Region could sparkle as top wine producer
DORSET, Devon and Cornwall could soon be home to British fizz that could rival champagne, according to academics.
Scientists say the counties have the ideal conditions to produce consistent quality wines to beat the French at their own game.
Other potential wine-growing hotspots include Essex, Suffolk, Hampshire, the Isle of Wight, Norfolk, Lincolnshire and the Vale of Glamorgan.
Climate and viticulture experts from the University of East Anglia identified the areas of the UK that could rival the Champagne region of France because of climate change.
They identified nearly 35,000 hectares of prime viticultural land for new and expanding vineyards.
Prof Steve Dorling, of UEA’s School of Environmental Sciences, said: “English and Welsh vineyards are booming, and their wine is winning international acclaim.
“This summer’s heatwave has led to a record grape harvest and a vin- tage year for English and Welsh wine, prompting great interest in investment and land opportunities.
“But despite a trend of warming grape-growing seasons, this season has been quite unusual in terms of weather.
“English and Welsh grape yields are generally quite low and variable by international standards, so we wanted to identify the best places to plant vineyards and improve the sector’s resilience to the UK’s often fickle weather.”
The research team, with help from wine producers, used new geographical analysis techniques to assess and grade every 50sq m plot of land in England and Wales for suitability.
The vineyard hectarage has increased 246 per cent, from 722 to 2,500ha, since 2004, when sparkling wine began to dominate production.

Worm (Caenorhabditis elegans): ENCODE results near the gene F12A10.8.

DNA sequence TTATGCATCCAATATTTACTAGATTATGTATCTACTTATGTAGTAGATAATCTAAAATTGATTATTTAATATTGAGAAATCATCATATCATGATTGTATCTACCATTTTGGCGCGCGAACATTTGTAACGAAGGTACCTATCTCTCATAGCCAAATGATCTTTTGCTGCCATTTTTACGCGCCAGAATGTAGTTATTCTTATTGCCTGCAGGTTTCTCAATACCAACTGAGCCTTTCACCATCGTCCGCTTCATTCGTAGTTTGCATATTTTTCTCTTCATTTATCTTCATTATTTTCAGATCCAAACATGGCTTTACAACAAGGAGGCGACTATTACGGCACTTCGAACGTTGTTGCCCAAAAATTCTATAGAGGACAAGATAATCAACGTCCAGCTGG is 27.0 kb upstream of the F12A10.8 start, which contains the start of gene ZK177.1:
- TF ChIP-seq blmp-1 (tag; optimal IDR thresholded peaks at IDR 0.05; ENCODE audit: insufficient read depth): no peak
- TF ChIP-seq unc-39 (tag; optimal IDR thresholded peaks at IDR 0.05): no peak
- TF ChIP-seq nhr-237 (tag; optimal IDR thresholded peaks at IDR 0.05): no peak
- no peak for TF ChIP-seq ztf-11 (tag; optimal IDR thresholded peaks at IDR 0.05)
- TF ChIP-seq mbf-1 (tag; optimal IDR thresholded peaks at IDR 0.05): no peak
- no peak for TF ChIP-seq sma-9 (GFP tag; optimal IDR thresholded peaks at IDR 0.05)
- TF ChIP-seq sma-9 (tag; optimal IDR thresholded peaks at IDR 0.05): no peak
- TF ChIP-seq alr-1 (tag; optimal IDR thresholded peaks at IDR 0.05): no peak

The boom in English and Welsh wines has been due in part to climate change, which has resulted in the warming of the growing season from April to October.
However, the UK is located between the mid-latitude westerly wind belt on the edge of the Atlantic Ocean and the influences of mainland Europe and is therefore sensitive to minor changes in the posi- tioning of major atmospheric pressure systems. This can affect yields.
So the study set out to look at regional and micro climates that could affect production to identity the ideal places for new vineyards.
It looked at elevation, aspect, slope angle, land cover, soil characteristics, along with temperatures, spring frosts, rainfall, sunshine and solar radiation to create computer models.
Based on terrain alone, the study identified Dorset, Devon and Cornwall. But when climate was taken into account it identified Kent, Sussex, Essex and Suffolk as the best regions to start new vineyards.
Applying the model to existing vineyards in England and Wales, the sub-optimal positioning of most vineyards was found in relation to growing season temperature – only 10 per cent of vineyards were currently located in areas with highest GST values – sunshine hours, April and May air frosts, and rainfall (seasonally and in June).
Lead author, Dr Alistair Nesbitt, said: “The techniques we used enabled us to identify areas ripe for future vineyard investments, but they also showed that many existing vineyards are not that well located, so there is definitely room for improvement and we hope our model can help boost future productivity.
“Entering into viticulture and wine production in England and Wales isn’t for the faint-hearted – the investment required is high and risks are significant.
“But as climate change drives warmer growing season temperatures in England and Wales, this new viticulture suitability model allows, for the first time, an objective and informed rapid assessment of land at local, regional and national scales.”
A vineyard in the Champagne region of France